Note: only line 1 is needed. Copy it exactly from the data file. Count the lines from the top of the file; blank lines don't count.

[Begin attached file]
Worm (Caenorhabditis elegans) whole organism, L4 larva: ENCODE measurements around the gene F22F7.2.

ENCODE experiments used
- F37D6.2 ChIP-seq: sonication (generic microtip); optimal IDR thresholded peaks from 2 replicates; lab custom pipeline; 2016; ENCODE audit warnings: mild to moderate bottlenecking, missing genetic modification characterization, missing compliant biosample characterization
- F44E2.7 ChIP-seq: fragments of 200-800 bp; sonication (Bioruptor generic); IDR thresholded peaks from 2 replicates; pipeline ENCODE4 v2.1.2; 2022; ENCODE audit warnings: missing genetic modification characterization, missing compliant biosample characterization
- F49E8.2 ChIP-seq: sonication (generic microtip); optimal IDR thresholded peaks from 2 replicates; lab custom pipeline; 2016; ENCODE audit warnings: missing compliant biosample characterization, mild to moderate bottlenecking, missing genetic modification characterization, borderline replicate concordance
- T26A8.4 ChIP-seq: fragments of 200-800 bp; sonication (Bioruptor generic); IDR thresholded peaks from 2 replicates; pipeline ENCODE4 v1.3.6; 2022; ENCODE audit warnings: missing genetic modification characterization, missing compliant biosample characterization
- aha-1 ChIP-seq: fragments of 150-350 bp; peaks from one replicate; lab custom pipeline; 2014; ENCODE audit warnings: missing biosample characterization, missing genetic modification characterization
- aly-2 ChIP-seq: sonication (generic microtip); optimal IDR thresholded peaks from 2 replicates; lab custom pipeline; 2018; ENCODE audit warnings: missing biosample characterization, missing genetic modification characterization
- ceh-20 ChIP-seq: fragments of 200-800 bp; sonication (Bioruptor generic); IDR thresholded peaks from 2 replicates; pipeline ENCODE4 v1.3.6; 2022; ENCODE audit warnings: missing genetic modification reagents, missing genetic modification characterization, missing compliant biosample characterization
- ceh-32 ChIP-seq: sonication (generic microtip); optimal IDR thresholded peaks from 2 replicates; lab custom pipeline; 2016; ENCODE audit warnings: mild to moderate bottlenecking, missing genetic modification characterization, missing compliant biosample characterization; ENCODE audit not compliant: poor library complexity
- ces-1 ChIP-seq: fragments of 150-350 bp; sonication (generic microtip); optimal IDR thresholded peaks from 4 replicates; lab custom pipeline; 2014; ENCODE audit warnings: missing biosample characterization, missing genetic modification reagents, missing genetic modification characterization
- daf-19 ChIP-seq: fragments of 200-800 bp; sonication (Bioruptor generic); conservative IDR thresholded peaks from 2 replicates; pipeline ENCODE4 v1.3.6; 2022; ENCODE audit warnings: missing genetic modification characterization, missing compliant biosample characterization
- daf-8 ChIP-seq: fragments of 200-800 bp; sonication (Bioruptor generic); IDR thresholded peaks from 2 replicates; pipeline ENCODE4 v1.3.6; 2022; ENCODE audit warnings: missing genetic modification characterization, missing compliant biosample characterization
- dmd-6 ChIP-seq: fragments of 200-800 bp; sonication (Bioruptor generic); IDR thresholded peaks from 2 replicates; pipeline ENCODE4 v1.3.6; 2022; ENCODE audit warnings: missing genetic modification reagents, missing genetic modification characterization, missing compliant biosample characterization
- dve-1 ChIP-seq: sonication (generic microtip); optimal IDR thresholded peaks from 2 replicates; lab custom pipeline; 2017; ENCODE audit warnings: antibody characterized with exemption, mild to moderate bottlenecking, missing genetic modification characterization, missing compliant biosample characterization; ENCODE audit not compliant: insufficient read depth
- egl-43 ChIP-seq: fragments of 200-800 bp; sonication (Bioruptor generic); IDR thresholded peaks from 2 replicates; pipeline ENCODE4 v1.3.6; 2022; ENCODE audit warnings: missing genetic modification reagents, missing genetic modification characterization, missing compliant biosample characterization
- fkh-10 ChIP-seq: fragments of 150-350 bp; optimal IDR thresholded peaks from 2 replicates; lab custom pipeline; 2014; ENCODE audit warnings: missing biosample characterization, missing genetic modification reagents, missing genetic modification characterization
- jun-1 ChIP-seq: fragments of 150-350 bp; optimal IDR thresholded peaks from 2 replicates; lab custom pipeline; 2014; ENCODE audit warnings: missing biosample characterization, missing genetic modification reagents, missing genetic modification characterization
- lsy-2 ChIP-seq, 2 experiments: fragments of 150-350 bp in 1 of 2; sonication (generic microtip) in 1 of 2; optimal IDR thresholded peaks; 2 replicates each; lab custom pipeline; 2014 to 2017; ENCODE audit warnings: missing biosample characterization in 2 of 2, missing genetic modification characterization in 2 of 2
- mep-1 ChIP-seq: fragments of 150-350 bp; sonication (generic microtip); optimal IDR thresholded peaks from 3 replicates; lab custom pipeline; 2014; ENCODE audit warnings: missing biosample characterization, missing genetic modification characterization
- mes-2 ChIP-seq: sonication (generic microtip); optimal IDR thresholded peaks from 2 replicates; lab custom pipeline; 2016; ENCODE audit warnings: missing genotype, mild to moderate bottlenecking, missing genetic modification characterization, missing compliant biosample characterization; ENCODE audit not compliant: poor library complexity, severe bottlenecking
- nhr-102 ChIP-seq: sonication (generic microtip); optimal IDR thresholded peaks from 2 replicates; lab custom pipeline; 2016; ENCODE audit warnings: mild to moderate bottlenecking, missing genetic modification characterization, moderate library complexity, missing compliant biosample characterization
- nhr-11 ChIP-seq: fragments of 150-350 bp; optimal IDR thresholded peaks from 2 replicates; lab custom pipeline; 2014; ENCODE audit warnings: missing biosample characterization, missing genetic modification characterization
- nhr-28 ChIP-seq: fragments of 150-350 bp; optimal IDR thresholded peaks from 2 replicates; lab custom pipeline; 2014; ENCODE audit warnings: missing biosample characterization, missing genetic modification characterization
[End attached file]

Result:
Worm (Caenorhabditis elegans) whole organism, L4 larva: ENCODE measurements around the gene F22F7.2.